Cherokee, North Carolina is synonymous with such word s as casinos, gambling, and resort town, but it wasn’t always like that. The now sprawling vacation spot was once as heavily forested as other parts of the Great Smoky Mountains National Park and once consisted of about 135,000 square miles of land owned by the Cherokee Indian Nation spread out over eight southern states.
The Cherokee Indian Reservation, also known as the Qualla Boundary, now only encompasses 56,000 of those acres. It’s also classified as sovereign land held in trust specifically for the Cherokee Indian tribe by the United States Government. The land was purchased by Will Thomas, who is not of Indian descent, in the late 1800s and was presented as a gift to the Cherokee people.
Over the past 100 years, thousands of non-Indians have moved into the area and developed the region, though it’s still home to the Cherokee. The tourism industry makes up about 75 percent of the tribe’s revenues – the mainstay of their economy. Cherokee businesses hold “trader’s licenses” and collect a six percent tribal levy on sales.
The Indians that currently live in Cherokee are a part of the Eastern Band of Cherokee Indians. They are descendants of the Cherokee Indians who hid in the Great Smoky Mountains to avoid forced removal to Oklahoma on the infamous “Trail of Tears” during the late 1830s.
Cherokee’s tourism boom, as previously mentioned, exploded in the late 1940s, around the same time the Great Smoky Mountains were designated as a national park. The Blue Ridge Parkway was also in the early stages of development. As the park opened and construction on the parkway got underway, two highways were bringing out-of-towners into Cherokee – US 441 and US 19, and assistance to support the influx of visitors was imperative.
The businesses and services that developed out of the construction of these roads played a large part in Cherokee’s formation as an incorporated town. Today, the assumption that the Qualla Boundary and its businesses are Indian-owned is for the most part still true but, by the authority of the Tribal Council; Indians are allowed to lease their businesses or buildings to non-Indians. The Cherokee people rightfully can continue to claim the status of “original inhabitants” of the vast and beautiful Smoky Mountains, even as the Reservation continues to grow and develop.
Still, whenever Cherokee is brought up, people have a tendency to delve into the history of the Cherokee Indians and the way they have been treated over the years, especially by the U.S. government. You can speak with a number of people with a slew of different titles that say the Cherokee removal might have been avoided, if the U.S. government had played a different role in the beginning, and if English settlers had tried a more peaceable approach to living with the Cherokee.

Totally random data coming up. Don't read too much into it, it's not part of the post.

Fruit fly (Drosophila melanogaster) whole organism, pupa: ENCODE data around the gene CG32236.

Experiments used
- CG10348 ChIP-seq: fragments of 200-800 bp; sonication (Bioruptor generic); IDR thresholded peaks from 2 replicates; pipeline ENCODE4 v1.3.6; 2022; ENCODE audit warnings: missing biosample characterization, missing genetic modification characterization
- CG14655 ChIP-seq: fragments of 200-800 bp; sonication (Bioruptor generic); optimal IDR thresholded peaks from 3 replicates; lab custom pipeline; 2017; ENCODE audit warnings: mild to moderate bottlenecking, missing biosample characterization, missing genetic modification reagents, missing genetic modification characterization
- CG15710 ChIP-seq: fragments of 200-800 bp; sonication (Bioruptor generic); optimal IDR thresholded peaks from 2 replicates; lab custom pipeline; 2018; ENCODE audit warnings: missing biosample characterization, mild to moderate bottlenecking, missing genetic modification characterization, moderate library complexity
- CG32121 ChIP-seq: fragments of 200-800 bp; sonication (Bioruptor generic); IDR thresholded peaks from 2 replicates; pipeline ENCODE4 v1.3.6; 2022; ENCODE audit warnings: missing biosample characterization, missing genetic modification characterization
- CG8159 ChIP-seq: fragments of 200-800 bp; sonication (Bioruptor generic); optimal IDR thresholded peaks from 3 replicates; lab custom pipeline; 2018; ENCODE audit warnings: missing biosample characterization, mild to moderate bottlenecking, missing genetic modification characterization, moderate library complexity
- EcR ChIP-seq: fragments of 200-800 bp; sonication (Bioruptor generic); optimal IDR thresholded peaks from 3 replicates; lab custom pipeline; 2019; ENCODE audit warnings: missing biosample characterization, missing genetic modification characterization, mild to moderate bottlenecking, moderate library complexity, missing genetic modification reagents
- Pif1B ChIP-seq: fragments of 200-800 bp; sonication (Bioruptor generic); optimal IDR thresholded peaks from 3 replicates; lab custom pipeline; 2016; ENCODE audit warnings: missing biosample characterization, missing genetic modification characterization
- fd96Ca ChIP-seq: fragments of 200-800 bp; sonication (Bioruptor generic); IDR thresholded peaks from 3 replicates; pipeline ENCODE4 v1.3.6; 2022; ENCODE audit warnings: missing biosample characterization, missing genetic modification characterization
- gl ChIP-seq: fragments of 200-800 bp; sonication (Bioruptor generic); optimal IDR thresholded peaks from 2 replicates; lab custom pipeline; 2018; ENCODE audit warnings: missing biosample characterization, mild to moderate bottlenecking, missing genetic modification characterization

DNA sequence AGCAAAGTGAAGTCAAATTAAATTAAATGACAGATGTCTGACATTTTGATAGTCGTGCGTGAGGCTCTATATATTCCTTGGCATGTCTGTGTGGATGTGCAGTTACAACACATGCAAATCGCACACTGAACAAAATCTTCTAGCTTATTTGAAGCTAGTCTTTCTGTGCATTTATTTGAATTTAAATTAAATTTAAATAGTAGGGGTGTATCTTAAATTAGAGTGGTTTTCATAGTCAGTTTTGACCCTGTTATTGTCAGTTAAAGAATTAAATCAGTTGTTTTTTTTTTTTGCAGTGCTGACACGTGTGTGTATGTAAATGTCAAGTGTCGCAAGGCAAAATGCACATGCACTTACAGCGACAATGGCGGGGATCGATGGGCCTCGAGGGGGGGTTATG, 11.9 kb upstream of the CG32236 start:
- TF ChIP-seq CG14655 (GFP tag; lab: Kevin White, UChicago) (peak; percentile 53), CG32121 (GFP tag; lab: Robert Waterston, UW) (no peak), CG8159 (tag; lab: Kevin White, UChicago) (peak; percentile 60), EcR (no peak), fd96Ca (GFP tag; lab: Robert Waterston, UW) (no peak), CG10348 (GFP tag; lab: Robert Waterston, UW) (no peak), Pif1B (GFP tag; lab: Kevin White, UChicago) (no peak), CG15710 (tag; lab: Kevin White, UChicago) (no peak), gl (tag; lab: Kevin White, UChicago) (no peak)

The Cherokee enjoyed a pretty high quality of life up to the early 1800s. They basically governed themselves and their many communities through their own form of government. Sequoyah, one of the Cherokee’s most prominent leaders, spent 12 years developing the Cherokee Alphabet and he was never able to read or write another language – he is the only known person to be able to carry out such a feat.
Generations of Cherokees have been told the story of how their ancestors were removed from their homelands. Numerous books have been penned and films made about the subject. Two outdoor dramas have been made as well – “Unto These Hills,” which has played to four decades of audiences in Cherokee, N.C. and “Trail of Tears,” which is performed annually in Tahlequah, Oklahoma. There is no doubt that the designation of the Trail of Tears as a national landmark has enhanced awareness of the tragedy. The designation of the trail as a national landmark was the culmination of four years of planning on the part of the Eastern and Western Cherokee Tribes, the National Park Service and several states “to protect and identify the historic route, artifacts and remnants for enjoyment and public use.” A comprehensive management plan was developed by a 35-member advisory council. From Cherokee, NC, to Tahlequah, Oklahoma, a trail logo was adopted and placed along the extending land and water route. Interpretive centers have been planned for each state the trail passes through – North Carolina, Alabama, Tennessee, Georgia, Missouri, Arkansas, Illinois, and Oklahoma – with state, local, and federal governments participating.